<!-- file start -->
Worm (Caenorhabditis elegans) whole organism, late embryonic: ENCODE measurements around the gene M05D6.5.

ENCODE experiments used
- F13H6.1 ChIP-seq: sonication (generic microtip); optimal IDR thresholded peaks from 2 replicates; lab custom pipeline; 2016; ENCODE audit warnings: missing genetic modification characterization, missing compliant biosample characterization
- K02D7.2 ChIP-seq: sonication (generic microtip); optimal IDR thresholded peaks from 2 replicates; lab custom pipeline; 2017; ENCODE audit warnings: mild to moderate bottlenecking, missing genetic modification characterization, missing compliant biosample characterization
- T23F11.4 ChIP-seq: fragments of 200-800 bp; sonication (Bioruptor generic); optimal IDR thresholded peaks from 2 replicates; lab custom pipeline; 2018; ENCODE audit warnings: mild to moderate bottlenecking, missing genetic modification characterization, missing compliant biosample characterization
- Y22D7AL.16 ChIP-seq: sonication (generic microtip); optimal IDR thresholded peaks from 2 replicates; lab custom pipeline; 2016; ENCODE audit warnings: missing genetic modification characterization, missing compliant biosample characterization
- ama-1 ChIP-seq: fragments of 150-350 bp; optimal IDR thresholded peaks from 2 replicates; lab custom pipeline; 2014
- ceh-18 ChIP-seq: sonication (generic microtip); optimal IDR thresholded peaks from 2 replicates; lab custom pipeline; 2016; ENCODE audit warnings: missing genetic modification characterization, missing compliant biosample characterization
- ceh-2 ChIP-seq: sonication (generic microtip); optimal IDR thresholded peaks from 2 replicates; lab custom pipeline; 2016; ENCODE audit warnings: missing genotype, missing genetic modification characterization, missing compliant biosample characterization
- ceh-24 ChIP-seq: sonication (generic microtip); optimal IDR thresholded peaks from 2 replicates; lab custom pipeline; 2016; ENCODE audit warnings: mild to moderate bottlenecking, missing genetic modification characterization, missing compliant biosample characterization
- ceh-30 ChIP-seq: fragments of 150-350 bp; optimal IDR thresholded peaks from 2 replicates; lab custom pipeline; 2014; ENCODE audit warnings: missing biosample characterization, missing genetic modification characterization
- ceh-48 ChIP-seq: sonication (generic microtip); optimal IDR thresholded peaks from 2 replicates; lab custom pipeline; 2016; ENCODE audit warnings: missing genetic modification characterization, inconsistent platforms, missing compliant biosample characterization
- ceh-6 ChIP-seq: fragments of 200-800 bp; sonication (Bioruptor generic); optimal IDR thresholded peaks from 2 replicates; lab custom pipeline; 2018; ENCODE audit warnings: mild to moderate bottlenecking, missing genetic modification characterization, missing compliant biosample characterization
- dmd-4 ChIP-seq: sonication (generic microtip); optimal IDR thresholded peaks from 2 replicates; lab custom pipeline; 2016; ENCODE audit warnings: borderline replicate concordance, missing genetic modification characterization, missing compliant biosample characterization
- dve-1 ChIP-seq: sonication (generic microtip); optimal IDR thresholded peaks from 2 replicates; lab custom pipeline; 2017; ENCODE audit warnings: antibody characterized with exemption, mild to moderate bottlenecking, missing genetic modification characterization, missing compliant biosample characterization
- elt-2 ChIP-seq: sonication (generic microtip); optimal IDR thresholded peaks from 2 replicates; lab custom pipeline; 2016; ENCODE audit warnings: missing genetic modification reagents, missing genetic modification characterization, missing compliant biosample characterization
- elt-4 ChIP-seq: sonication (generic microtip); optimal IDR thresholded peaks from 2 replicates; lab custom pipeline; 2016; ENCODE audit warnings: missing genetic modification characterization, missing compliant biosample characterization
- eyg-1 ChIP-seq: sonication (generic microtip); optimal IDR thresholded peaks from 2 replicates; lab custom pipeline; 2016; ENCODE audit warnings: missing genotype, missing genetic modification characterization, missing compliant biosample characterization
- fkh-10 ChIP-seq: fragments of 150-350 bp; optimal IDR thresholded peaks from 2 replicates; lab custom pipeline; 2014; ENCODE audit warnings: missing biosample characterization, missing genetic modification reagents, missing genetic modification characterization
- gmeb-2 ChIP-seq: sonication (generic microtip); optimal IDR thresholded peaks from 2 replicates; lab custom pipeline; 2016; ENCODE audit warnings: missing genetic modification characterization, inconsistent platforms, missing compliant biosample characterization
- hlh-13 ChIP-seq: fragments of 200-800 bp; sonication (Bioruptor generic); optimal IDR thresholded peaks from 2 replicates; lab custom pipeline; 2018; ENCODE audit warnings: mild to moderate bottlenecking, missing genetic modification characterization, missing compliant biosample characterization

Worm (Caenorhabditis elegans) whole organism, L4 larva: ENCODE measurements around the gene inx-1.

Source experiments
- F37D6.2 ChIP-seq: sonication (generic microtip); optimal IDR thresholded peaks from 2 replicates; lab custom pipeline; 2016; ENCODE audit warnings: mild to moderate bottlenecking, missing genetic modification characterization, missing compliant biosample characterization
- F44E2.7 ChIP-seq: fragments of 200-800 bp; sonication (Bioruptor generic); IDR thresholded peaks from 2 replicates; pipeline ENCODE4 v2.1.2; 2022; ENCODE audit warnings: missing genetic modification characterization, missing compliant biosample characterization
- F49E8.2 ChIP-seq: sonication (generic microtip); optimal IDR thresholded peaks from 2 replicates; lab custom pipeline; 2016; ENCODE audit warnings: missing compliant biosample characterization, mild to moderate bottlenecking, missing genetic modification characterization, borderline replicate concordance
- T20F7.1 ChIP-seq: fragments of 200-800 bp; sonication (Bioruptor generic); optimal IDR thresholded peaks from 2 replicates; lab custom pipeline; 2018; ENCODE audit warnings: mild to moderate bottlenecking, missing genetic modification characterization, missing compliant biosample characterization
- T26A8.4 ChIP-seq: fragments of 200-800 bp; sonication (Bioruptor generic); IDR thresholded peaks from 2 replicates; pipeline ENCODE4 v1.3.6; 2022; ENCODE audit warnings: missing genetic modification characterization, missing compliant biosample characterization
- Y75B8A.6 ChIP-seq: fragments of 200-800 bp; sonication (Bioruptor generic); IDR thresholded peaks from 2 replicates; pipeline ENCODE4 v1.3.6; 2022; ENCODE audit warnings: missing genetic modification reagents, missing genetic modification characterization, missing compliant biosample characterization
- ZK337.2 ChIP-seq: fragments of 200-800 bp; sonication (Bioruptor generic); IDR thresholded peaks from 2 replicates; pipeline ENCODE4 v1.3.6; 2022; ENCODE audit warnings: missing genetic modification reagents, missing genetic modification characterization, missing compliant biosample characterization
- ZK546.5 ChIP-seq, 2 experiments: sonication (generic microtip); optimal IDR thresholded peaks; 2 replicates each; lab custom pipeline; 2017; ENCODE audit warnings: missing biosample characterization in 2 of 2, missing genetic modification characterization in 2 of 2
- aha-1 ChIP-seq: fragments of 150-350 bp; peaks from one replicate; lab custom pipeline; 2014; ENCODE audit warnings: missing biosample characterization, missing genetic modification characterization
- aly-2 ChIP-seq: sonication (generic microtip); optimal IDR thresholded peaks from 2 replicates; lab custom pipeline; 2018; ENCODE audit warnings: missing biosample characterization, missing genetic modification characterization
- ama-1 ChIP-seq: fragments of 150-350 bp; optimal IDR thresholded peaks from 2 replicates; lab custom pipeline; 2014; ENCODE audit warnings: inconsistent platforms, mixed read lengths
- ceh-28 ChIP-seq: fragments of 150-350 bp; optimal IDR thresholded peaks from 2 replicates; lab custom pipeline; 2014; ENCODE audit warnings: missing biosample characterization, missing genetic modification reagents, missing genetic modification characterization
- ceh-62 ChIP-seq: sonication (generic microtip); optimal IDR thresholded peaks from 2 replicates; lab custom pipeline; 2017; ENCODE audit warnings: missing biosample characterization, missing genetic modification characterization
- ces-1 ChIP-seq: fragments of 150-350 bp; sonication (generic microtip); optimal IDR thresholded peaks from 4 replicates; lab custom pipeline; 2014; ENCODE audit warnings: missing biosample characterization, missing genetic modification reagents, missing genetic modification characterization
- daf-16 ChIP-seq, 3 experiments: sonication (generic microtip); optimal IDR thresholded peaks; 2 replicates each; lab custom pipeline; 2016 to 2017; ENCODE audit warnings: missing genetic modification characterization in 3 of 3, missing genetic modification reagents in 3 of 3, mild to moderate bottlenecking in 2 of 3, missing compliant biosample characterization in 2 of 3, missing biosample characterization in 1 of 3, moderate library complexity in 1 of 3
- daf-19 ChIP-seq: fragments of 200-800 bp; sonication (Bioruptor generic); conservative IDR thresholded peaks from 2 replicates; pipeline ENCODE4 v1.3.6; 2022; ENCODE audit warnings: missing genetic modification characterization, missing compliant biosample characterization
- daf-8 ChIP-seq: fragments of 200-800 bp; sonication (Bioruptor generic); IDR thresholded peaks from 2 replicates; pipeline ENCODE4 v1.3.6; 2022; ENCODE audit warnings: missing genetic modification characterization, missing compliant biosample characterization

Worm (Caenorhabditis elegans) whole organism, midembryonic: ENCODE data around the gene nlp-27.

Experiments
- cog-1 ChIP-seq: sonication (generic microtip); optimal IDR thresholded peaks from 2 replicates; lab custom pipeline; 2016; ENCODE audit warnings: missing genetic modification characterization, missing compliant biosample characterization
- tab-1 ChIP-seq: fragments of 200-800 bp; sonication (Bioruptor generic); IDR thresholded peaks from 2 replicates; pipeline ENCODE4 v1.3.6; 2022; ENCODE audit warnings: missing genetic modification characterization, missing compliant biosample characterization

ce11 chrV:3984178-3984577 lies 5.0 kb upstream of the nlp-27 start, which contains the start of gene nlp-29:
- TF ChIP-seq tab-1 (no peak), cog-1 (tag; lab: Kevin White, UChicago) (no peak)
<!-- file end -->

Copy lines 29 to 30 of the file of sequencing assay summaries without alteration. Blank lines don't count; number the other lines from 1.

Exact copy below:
- Y75B8A.6 ChIP-seq: fragments of 200-800 bp; sonication (Bioruptor generic); IDR thresholded peaks from 2 replicates; pipeline ENCODE4 v1.3.6; 2022; ENCODE audit warnings: missing genetic modification reagents, missing genetic modification characterization, missing compliant biosample characterization
- ZK337.2 ChIP-seq: fragments of 200-800 bp; sonication (Bioruptor generic); IDR thresholded peaks from 2 replicates; pipeline ENCODE4 v1.3.6; 2022; ENCODE audit warnings: missing genetic modification reagents, missing genetic modification characterization, missing compliant biosample characterization